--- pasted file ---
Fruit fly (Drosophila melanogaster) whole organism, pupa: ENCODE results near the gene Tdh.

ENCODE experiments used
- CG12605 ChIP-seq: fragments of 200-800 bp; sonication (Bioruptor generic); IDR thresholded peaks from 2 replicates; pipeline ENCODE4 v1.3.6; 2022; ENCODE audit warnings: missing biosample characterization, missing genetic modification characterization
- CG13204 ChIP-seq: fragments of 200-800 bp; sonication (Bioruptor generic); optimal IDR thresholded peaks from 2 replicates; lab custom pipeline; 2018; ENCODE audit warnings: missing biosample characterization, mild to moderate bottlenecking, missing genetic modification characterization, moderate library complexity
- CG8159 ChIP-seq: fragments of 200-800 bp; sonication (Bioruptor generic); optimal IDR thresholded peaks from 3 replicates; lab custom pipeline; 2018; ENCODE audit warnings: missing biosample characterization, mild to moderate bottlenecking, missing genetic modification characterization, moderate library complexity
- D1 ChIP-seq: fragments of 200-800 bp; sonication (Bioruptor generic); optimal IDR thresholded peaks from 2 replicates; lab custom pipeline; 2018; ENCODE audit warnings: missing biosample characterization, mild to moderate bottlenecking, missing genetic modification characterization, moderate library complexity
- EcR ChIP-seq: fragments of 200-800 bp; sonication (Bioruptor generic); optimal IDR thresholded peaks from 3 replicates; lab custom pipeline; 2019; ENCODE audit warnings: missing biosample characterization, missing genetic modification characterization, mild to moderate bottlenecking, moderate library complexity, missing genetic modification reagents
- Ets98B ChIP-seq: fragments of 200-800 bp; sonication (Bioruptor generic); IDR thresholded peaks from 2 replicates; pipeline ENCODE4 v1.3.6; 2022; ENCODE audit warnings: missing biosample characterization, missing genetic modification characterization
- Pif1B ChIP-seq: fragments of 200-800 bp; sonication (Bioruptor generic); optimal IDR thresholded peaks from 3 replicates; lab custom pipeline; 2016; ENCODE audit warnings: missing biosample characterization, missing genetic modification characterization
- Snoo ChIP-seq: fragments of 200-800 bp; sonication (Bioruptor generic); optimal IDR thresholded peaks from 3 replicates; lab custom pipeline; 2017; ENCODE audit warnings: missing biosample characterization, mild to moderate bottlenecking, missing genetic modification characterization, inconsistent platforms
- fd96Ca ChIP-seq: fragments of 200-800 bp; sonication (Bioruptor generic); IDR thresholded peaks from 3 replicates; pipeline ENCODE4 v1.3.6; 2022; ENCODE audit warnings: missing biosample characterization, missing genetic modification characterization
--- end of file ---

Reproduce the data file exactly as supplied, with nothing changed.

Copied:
Fruit fly (Drosophila melanogaster) whole organism, pupa: ENCODE results near the gene Tdh.

ENCODE experiments used
- CG12605 ChIP-seq: fragments of 200-800 bp; sonication (Bioruptor generic); IDR thresholded peaks from 2 replicates; pipeline ENCODE4 v1.3.6; 2022; ENCODE audit warnings: missing biosample characterization, missing genetic modification characterization
- CG13204 ChIP-seq: fragments of 200-800 bp; sonication (Bioruptor generic); optimal IDR thresholded peaks from 2 replicates; lab custom pipeline; 2018; ENCODE audit warnings: missing biosample characterization, mild to moderate bottlenecking, missing genetic modification characterization, moderate library complexity
- CG8159 ChIP-seq: fragments of 200-800 bp; sonication (Bioruptor generic); optimal IDR thresholded peaks from 3 replicates; lab custom pipeline; 2018; ENCODE audit warnings: missing biosample characterization, mild to moderate bottlenecking, missing genetic modification characterization, moderate library complexity
- D1 ChIP-seq: fragments of 200-800 bp; sonication (Bioruptor generic); optimal IDR thresholded peaks from 2 replicates; lab custom pipeline; 2018; ENCODE audit warnings: missing biosample characterization, mild to moderate bottlenecking, missing genetic modification characterization, moderate library complexity
- EcR ChIP-seq: fragments of 200-800 bp; sonication (Bioruptor generic); optimal IDR thresholded peaks from 3 replicates; lab custom pipeline; 2019; ENCODE audit warnings: missing biosample characterization, missing genetic modification characterization, mild to moderate bottlenecking, moderate library complexity, missing genetic modification reagents
- Ets98B ChIP-seq: fragments of 200-800 bp; sonication (Bioruptor generic); IDR thresholded peaks from 2 replicates; pipeline ENCODE4 v1.3.6; 2022; ENCODE audit warnings: missing biosample characterization, missing genetic modification characterization
- Pif1B ChIP-seq: fragments of 200-800 bp; sonication (Bioruptor generic); optimal IDR thresholded peaks from 3 replicates; lab custom pipeline; 2016; ENCODE audit warnings: missing biosample characterization, missing genetic modification characterization
- Snoo ChIP-seq: fragments of 200-800 bp; sonication (Bioruptor generic); optimal IDR thresholded peaks from 3 replicates; lab custom pipeline; 2017; ENCODE audit warnings: missing biosample characterization, mild to moderate bottlenecking, missing genetic modification characterization, inconsistent platforms
- fd96Ca ChIP-seq: fragments of 200-800 bp; sonication (Bioruptor generic); IDR thresholded peaks from 3 replicates; pipeline ENCODE4 v1.3.6; 2022; ENCODE audit warnings: missing biosample characterization, missing genetic modification characterization